In one management decision and a software update, Tesla has just done more to accelerate the uptake of electric vehicles (EVs) in this nation than the combined efforts of state and federal governments so far.
Let me go back to the beginning.
Tesla started deliveries of the world's first premium electric sedan on June 22, 2012 from its California factory. The goal in 2012, as it is today, was "to accelerate the advent of sustainable transport by bringing compelling mass market electric cars to market as soon as possible".
In 2012, Tesla also had a belief that customers would not buy an EV unless they had a convenient way to recharge their cars when they were travelling away from home.
Hence the launch of six Tesla supercharging stations across the United States on September 24, 2012.
On December 10, 2014, the first superchargers were opened in Australia, after the first deliveries of the Tesla Model S the previous day.
The first Tesla vehicles had unlimited lifetime free charging at Tesla Superchargers so the cost of using your Tesla was free.
Even though that sounds like an incredibly attractive feature, but I typically charged my first Tesla at home for convenience.
I used the superchargers to make charging on road trips easier, rather than for the free electricity.
As the Tesla juggernaut continued, the company added a range of destination chargers - typically free - at various motels and hospitality locations to encourage people to stop or stay at those locations.
All of this gave Tesla a huge competitive advantage.
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Jump forward to today and Tesla has 4678 supercharger stations worldwide with 42,419 individual charging stalls.
There are also more than 35,000 registered destination chargers with many more that are not officially registered.
Australia has 69 supercharger stations with more than 400 individual charging stalls (most charging stations have six stalls) plus more than 500 destination chargers.
The superchargers typically charge at a rate of 150kW or 250kW (depending on the version) and the destination chargers at a more pedestrian 11.5kW.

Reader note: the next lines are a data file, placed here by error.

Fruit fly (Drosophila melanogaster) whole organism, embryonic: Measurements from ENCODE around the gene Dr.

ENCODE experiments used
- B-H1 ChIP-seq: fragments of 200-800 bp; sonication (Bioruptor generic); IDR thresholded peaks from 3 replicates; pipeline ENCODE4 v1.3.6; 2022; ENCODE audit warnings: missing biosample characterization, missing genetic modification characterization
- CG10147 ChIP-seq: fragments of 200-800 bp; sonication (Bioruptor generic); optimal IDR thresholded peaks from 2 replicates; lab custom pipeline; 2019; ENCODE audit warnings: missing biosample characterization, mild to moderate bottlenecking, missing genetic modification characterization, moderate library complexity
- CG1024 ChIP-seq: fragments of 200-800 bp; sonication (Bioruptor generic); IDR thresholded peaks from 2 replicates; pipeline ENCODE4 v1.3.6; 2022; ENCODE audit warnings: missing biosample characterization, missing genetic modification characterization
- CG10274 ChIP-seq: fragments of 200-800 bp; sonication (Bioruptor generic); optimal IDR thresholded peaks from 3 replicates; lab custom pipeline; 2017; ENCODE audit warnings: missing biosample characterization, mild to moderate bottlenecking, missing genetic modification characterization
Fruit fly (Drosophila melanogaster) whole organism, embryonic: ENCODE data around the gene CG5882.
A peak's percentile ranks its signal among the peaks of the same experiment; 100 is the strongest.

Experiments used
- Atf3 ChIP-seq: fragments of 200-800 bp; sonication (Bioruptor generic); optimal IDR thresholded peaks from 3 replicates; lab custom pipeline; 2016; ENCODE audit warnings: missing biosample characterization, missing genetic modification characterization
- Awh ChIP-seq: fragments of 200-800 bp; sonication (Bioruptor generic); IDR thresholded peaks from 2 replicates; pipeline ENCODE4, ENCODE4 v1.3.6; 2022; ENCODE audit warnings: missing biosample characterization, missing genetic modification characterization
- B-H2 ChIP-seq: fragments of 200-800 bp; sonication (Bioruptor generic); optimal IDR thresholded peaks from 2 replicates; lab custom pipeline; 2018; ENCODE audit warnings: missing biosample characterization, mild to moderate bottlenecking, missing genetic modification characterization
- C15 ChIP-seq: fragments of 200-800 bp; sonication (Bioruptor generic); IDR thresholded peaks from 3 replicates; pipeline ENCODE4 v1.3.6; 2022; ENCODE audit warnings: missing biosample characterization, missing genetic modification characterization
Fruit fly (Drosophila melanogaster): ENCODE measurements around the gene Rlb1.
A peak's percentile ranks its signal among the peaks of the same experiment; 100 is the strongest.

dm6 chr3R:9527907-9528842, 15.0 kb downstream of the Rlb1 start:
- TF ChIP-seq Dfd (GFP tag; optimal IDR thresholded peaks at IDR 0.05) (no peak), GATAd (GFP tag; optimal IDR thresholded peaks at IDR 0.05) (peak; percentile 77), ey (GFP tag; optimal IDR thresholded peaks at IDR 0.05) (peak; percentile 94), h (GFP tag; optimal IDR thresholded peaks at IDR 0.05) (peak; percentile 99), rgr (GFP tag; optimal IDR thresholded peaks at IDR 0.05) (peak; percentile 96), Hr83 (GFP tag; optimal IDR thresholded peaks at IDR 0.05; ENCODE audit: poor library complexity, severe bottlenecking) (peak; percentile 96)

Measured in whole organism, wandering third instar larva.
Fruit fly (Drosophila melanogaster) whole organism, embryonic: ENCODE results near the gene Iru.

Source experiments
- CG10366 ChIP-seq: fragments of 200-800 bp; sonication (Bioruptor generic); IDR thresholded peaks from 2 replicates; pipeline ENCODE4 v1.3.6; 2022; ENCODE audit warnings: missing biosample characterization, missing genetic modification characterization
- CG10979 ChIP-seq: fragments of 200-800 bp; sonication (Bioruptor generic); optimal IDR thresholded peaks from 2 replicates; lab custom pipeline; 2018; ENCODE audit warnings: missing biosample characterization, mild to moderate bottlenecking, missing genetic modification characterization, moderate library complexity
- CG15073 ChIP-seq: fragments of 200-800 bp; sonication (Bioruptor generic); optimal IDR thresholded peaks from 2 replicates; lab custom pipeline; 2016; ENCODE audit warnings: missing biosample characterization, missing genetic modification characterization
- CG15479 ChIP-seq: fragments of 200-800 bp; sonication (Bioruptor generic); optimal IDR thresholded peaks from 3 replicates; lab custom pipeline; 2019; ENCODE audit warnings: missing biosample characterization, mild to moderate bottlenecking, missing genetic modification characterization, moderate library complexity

If you are considering other EVs - Polestar, BYD, MG, Hyundai or basically any non-Tesla - an important consideration is charging.
The Tesla network is not available to non-Tesla vehicles. Your options are then limited.
Chargefox has 260 chargers; Evie has 65; NRMA has 50 across NSW, and there are other smaller players.
Remember that Tesla vehicles can use these chargers in addition to the Tesla network.
Is it any wonder that Tesla outsold the number two placed EV brand in 2022 - Hyundai - by a multiple of 7.5?
Well, that all changed with the latest announcement that five supercharger locations in Australia will now allow charging of non-Tesla EVs and Tesla is encouraging outlets with destination chargers to upgrade to Generation 3 units, which will allow non-Tesla charging.
Assuming the initial trial with five locations progresses to all superchargers across the nation, this is a huge boost for every non-Tesla branded EV on the market and will facilitate an increase in the uptake of EVs in Australia.
Which begs the question. Why? Tesla is in such a strong position, why not take advantage of it?
In speaking with Tesla, it reminded me of the Tesla mission statement and this decision will help accelerate the widespread adoption of EVs.
While that sounds very altruistic, I also suspect Tesla believes that, although this might reduce its market share, it will grow the overall market to the point that it will sell more cars.
Whatever the reason, this is good news for consumers and good news for the planet.
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